We all know that creating and maintaining a happy, consistently fulfilling marriage is hard and rare. I’m not just referring to the 50 percent of marriages that end in divorce—that’s an easy indicator that something isn’t quite right in how modern culture supports intimacy—but also to couples who stay together unhappy, frustrated, or even emotionally or physically abused or abusive.
I’ve been a therapist since 1973, and conducted my first couples session in 1974. I remember how distressed I was that this couple was hurting each other so much and loving each other so little. What was happening here? How could I help? My supervisor at the time, Dr. Herb Gravitz, told me, “Just love them Keith.” I followed his advice and it seemed to help, but I passionately wanted to know more and do more. This passion launched me into a lifetime of exploring intimacy in all its forms.
I’ve also been happily partnered with my wife Becky for 43 years. We have two grown children who are both doing well (thank God!), and I’m happy with the family the four of us have created and sustained. That being said, my wife Becky and I (as well as my son Ethan and daughter Zoe) have had to do a staggering amount of personal and relational work. Becky and I have worked constantly to have a sense of being fulfilled as life partners, lovers and parents.
Why has it been so hard? Are we just messed up people who needed extraordinary support to be normal?
The answer is that such effort is normally required to have a fulfilling long-term relationship. In sexual relationships we are genetically programmed to habituate to a partner as our initial romantic infatuation fades over the first one to three years. We tend to take them for granted, normalize indifference and petty irritations, and generally feel less intimate, bonded and turned on to each other. This tendency is genetically mandated, and I call it relationship entropy.
Relationship entropy does not mean your marriage sucks or that you are a failure, it means you are human.
If you really think about it, everything is relationships all the time.
Relationships with self, body, others, lovers, nature, the manifest universe—everything is relationships.
In these intricate network of relationships, the ones driven by lust, romantic infatuation and intimate bonding are most central to the survival of our genes. If we don’t desire others, have sex with others and bond with others to support the survival of our children, our genes are not passed on. Each one of us comes from a long line of ancestors who successfully mated, had kids and helped those kids survive long enough to have their own children.
We’ve also each come from a long line of ancestors who cheated on their partners, exchanged one partner for another, or gotten sick of a partner and moved on—presumably to eventually pass on genes with someone else. These traits pushed our ancient ancestors to spread their genetic material around (like guys cheating), and have greater genetic diversity and tribal support for biological children (like women cheating). People with these tendencies had a reproduction advantage, so now all humans have them.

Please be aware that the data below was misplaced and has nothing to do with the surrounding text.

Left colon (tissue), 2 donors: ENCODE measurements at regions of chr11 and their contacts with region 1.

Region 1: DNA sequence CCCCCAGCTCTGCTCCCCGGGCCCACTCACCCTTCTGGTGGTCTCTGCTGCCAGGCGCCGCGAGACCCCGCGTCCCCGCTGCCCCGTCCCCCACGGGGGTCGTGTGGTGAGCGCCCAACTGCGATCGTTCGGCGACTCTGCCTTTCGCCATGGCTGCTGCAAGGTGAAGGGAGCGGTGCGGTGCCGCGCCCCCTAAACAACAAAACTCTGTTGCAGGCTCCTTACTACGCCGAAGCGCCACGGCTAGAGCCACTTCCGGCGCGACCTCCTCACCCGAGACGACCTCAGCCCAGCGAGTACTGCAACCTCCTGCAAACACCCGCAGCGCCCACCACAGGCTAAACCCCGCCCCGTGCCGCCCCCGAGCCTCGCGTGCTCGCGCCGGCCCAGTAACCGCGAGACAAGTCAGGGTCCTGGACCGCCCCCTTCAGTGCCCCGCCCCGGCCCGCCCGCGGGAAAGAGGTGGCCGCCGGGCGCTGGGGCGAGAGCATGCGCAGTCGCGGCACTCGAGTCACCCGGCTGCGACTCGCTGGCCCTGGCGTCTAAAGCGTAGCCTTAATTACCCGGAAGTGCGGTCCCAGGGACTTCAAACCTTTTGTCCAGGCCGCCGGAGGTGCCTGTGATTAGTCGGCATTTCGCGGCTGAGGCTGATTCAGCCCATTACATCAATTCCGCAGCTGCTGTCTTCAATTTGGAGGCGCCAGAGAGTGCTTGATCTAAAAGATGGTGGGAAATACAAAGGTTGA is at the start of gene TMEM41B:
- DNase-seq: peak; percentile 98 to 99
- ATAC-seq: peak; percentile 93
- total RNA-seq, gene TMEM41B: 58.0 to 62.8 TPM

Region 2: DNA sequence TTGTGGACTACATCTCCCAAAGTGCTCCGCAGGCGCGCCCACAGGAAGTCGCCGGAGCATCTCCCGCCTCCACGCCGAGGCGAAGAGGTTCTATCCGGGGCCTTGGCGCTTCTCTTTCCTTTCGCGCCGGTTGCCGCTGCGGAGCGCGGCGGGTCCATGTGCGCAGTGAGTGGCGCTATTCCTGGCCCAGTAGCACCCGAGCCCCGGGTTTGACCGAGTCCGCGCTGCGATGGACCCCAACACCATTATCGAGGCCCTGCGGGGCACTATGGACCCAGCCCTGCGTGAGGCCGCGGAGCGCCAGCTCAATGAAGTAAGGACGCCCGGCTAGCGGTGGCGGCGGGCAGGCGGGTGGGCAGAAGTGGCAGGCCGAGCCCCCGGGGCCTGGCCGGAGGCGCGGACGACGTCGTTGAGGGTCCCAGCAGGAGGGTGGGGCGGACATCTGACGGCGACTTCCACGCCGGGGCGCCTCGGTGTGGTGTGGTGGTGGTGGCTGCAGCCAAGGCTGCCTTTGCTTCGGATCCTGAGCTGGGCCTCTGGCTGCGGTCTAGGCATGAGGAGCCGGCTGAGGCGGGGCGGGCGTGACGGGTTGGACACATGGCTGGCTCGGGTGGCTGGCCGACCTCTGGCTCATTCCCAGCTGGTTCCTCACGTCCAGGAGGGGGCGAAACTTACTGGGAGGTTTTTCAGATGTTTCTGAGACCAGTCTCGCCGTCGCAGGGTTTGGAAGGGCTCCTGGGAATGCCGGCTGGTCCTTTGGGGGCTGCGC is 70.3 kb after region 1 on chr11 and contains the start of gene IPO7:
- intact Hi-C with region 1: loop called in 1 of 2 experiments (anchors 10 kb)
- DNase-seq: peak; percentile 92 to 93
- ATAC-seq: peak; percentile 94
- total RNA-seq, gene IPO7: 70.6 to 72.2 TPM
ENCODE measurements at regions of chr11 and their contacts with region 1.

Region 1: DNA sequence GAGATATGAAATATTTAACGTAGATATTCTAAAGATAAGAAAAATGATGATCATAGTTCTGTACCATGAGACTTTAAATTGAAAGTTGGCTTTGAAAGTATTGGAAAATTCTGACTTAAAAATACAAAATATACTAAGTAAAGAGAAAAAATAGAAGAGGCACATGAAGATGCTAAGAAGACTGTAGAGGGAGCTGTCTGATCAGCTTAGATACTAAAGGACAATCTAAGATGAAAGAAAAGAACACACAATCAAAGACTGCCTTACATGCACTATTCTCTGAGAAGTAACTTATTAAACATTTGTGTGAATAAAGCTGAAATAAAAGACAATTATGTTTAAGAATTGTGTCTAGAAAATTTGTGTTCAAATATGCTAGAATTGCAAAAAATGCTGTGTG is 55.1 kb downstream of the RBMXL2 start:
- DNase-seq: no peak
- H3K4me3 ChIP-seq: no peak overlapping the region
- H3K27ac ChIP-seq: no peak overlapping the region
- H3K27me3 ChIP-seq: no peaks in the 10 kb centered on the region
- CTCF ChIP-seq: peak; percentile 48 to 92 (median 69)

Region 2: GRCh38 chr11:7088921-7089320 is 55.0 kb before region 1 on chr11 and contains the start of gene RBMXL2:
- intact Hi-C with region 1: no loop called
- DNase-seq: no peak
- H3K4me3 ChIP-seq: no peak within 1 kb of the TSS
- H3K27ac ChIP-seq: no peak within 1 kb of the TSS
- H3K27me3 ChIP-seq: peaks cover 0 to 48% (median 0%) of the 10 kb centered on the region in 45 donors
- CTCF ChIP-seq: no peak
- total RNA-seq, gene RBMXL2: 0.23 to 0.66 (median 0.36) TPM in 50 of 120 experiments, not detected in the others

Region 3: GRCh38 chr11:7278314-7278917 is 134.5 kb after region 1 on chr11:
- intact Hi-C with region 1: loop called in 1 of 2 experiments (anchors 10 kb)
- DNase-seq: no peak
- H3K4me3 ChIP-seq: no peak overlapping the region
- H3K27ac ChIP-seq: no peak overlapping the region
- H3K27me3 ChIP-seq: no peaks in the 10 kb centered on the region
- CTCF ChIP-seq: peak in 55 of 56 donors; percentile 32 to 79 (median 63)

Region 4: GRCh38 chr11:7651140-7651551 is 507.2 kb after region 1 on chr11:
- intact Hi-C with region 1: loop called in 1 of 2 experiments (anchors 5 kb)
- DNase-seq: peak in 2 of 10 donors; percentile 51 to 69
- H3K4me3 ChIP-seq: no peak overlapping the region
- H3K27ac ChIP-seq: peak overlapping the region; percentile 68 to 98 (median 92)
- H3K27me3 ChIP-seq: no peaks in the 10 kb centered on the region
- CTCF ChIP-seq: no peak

What this means evolutionarily is that we are guided by genetically determined drives to have sex, bond and raise children with a special someone, but also to habituate to that person and want someone else. Instinctual drives are demanding—you can’t deny drives safely—and we all have to deal with them one way or the other.
Relationship entropy involves the liveliness—the juice—of a relationship slowly dissipating over time after you pass out of romantic infatuation into intimate bonding. This reflects our ancient ancestors tendencies to mate, bond, get bored with each other, and then cheat or break up.
Here’s an example from a session I once had with a couple named Jed and Sara (names changed to protect their privacy). Jed is in his 40s Sara in her late 30s They have two children under five, and are each reasonably healthy psychologically and physically, but distressed that they argue too much and connect positively too little.
Jed: “She doesn’t like me. All she does is complain or ask me to do stuff. She never wants to hear about my day.”
Sara: “All you want to do is talk about problems or yourself. You aren’t even interested in me!’
I look at both of their faces—tightened in anger and anticipating more complaints from the other. “You guys are squabbling too much and enjoying each other too little. You are victims of relationship entropy, the gradual deterioration of attraction and delight that comes with long term bonding. You can reverse it, but it requires conscious effort.” This temporarily stops both of them.
Jed: “Wait, what? You mean this is normal? Normal marriage sucks?
Me back to him: “Yes and no. Normal marriage deteriorates unless you both work and maintaining love and attraction. When’s the last time you two had sex.”
They both look back at me with guilty expressions. Sara answers first with her personal excuse/rationalization system: “We’ve both been sick and Jethro (their four-year-old) has been sleeping in our bed for months. He never sleeps the whole night in his bed anymore.”
Jed chimes in, “She’s right. And besides, Sara never wants to have sex anyway.”
Sara—insulted—vehemently disagrees, “I love sex! I’m just exhausted all the time. You try chasing after a four-year-old and a two-year-old all day!”
I push back: